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What we're reading: The wild scheme to rig McDonald's Monopoly

McDonald's Monopoly board
Part of a McDonald's Monopoly game board. Photo: Tim Boyle/Getty Images

On August 22, 2001, Jerome Jacobson, director of security for a subcontracting company called Simon Marketing, was arrested along with eight co-conspirators for orchestrating a massive scheme to defraud McDonald's Monopoly promotion out of more than $24 million, writes Jeff Maysh for The Daily Beast.

The big picture: Between 1989 and 2001, "Uncle Jerry" used his position as the head of the McDonald's Monopoly account to steal winning "pieces" worth between $10,000 and $1 million. He proceeded to gift the pieces to family members and a growing network of associates — which included "mobsters, psychics, strip club owners, convicts, drug traffickers, and even a family of Mormons" — in exchange for a cut of the laundered winnings.

The backdrop: A former police officer known for his attention to detail, Jacobson was personally responsible for overseeing the printing of paper game pieces, cutting out the winning tickets, and transporting them to McDonald's packaging factories throughout the country.

  • In 1989, Jacobson's local butcher heard he was responsible for the prizes and offered to find a distant friend to claim a winning ticket and give him a cut of the earnings. "It was easy money," Maysh writes.
  • Six years later, Jacobson was directed by Simon Marketing executives to ensure that the computerized prize draw would never select a factory in Canada. Believing that the game was already rigged and armed with a company secret he could divulge if things went south, Jacobson decided to cash in himself.

Various family members and acquaintances helped Jacobson industrialize his scam, but perhaps none more so than Gennaro Colombo, a Sicilian-born Al Capone lookalike who claimed he was a member of the Mafia's Colombo crime family.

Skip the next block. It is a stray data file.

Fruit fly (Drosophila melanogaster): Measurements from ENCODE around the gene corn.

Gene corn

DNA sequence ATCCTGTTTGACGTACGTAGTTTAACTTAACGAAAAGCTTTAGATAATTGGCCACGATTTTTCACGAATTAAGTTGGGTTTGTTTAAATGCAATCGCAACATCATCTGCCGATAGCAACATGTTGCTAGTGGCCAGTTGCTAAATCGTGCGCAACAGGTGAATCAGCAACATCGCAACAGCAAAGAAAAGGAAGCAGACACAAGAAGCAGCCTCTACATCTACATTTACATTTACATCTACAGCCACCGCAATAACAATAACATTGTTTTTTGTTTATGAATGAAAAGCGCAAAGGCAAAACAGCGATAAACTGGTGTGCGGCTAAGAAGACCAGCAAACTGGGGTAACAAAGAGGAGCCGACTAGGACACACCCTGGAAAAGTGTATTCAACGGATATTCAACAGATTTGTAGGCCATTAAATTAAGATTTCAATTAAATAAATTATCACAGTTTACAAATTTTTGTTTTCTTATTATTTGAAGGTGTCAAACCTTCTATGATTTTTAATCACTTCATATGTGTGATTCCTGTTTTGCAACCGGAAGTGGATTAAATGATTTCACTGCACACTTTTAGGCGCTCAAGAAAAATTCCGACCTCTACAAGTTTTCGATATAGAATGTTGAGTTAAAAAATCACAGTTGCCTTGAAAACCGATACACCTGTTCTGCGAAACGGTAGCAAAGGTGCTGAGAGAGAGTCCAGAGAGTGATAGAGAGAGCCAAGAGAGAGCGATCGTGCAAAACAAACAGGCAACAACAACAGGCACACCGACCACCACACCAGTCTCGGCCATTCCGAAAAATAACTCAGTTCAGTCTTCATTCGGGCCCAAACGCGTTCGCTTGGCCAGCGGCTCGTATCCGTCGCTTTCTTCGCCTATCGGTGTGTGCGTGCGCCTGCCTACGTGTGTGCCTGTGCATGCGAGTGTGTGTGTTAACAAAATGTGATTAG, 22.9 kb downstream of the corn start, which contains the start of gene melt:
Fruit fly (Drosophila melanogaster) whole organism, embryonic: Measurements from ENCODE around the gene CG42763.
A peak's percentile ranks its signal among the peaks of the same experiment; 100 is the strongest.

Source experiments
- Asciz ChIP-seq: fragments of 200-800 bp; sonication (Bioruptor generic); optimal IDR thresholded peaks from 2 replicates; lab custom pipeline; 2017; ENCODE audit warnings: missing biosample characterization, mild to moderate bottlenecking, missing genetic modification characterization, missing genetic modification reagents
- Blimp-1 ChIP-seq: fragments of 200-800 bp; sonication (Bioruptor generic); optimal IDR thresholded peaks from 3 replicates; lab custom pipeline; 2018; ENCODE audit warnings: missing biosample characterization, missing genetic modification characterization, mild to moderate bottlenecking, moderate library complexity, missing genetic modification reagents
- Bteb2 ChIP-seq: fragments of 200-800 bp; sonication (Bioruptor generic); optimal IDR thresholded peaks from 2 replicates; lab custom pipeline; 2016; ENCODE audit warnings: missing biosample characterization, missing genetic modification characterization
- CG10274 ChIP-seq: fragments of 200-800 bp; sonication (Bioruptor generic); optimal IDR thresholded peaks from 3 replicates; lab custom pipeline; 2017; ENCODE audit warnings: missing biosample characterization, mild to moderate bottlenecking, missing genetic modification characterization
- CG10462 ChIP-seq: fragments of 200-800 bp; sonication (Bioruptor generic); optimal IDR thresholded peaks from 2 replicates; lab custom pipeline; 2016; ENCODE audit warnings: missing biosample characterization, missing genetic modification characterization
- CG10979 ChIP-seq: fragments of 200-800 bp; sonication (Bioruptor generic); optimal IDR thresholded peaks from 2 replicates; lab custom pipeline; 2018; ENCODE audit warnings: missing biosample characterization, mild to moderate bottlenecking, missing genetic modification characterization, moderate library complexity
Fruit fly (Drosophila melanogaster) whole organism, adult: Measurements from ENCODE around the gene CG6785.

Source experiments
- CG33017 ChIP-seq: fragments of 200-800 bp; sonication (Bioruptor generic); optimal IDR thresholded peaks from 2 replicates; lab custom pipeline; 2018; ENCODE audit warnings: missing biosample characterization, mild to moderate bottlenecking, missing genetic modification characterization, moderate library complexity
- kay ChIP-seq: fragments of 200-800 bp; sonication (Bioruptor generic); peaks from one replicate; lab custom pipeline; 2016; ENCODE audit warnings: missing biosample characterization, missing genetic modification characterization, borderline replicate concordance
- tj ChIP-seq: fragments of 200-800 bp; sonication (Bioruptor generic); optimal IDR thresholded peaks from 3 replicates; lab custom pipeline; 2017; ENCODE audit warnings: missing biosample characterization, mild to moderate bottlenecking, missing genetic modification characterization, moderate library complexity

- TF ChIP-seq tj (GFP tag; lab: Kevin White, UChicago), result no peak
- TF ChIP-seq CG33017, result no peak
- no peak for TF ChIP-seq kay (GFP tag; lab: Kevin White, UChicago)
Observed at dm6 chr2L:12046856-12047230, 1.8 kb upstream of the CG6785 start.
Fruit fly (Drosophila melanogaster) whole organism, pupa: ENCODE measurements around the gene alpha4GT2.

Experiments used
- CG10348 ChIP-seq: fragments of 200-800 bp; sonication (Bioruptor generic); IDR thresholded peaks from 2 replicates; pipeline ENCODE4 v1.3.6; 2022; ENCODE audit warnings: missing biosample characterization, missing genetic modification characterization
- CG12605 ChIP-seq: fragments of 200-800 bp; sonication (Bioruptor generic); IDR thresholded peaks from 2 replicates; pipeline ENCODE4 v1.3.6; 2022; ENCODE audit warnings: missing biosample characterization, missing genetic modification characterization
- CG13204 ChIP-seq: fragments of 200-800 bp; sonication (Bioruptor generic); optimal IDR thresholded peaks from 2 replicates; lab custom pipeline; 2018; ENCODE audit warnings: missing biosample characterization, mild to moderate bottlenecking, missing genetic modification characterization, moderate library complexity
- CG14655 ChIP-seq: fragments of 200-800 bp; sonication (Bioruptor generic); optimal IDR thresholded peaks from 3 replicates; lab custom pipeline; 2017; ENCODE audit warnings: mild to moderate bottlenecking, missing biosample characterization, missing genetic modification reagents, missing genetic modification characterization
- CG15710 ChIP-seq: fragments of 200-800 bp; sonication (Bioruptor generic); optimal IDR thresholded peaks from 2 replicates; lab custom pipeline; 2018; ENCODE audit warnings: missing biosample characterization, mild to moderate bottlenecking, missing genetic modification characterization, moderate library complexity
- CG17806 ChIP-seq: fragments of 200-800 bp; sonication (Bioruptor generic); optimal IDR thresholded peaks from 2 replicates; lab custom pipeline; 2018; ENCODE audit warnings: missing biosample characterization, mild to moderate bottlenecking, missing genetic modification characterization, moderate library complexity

• Colombo and his wife helped grow Jacobson's network outside of Atlanta to avoid suspicion. The money they earned was funneled into various high-end businesses, including a private members' club in Hilton Head.
  • "By the end of 1998, Jacobson had become Rich Uncle Pennybags, and America was his game board. He tooled around the United States stealing almost all the big-ticket game pieces, acquiring new properties on a whim, and collecting kickbacks from other players. Now he was hanging out with powerful Italians, he dressed in sharp suits and sometimes used the name 'Geraldo Constantino.'"

The demise of Jacobson, the Colombos, and their network of fast food fraudsters finally came in 2001, after an anonymous tipster prompted FBI agent Richard Dent to install a wiretap on Jacobson's phone. More than 50 defendants ended up being convicted as part of the criminal ring, including Jacobson, who served a reduced sentence of 37 months in exchange for a signed confession and court testimony.

The bottom line: The irony of the multimillion dollar fraud being perpetrated through Monopoly — a game "invented as a warning about the destructive nature of greed" — should not be understated.

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